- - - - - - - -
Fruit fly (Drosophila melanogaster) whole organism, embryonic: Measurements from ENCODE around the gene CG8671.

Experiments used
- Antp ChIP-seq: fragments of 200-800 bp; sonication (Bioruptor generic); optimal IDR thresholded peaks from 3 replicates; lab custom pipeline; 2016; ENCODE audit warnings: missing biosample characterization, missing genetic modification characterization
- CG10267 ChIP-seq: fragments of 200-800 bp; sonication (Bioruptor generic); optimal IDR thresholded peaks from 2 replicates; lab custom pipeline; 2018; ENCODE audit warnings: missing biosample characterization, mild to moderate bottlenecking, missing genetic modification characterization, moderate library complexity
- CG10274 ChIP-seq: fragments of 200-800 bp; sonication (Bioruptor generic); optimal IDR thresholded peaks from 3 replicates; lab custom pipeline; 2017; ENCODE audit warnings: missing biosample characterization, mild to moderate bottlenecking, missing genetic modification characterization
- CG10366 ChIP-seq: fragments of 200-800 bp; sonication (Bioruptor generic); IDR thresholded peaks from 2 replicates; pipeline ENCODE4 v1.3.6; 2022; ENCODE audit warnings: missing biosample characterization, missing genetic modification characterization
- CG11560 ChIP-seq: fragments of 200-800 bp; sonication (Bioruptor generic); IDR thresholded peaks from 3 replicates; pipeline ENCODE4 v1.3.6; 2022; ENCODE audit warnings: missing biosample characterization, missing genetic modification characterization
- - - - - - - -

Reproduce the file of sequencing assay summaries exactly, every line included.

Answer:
Fruit fly (Drosophila melanogaster) whole organism, embryonic: Measurements from ENCODE around the gene CG8671.

Experiments used
- Antp ChIP-seq: fragments of 200-800 bp; sonication (Bioruptor generic); optimal IDR thresholded peaks from 3 replicates; lab custom pipeline; 2016; ENCODE audit warnings: missing biosample characterization, missing genetic modification characterization
- CG10267 ChIP-seq: fragments of 200-800 bp; sonication (Bioruptor generic); optimal IDR thresholded peaks from 2 replicates; lab custom pipeline; 2018; ENCODE audit warnings: missing biosample characterization, mild to moderate bottlenecking, missing genetic modification characterization, moderate library complexity
- CG10274 ChIP-seq: fragments of 200-800 bp; sonication (Bioruptor generic); optimal IDR thresholded peaks from 3 replicates; lab custom pipeline; 2017; ENCODE audit warnings: missing biosample characterization, mild to moderate bottlenecking, missing genetic modification characterization
- CG10366 ChIP-seq: fragments of 200-800 bp; sonication (Bioruptor generic); IDR thresholded peaks from 2 replicates; pipeline ENCODE4 v1.3.6; 2022; ENCODE audit warnings: missing biosample characterization, missing genetic modification characterization
- CG11560 ChIP-seq: fragments of 200-800 bp; sonication (Bioruptor generic); IDR thresholded peaks from 3 replicates; pipeline ENCODE4 v1.3.6; 2022; ENCODE audit warnings: missing biosample characterization, missing genetic modification characterization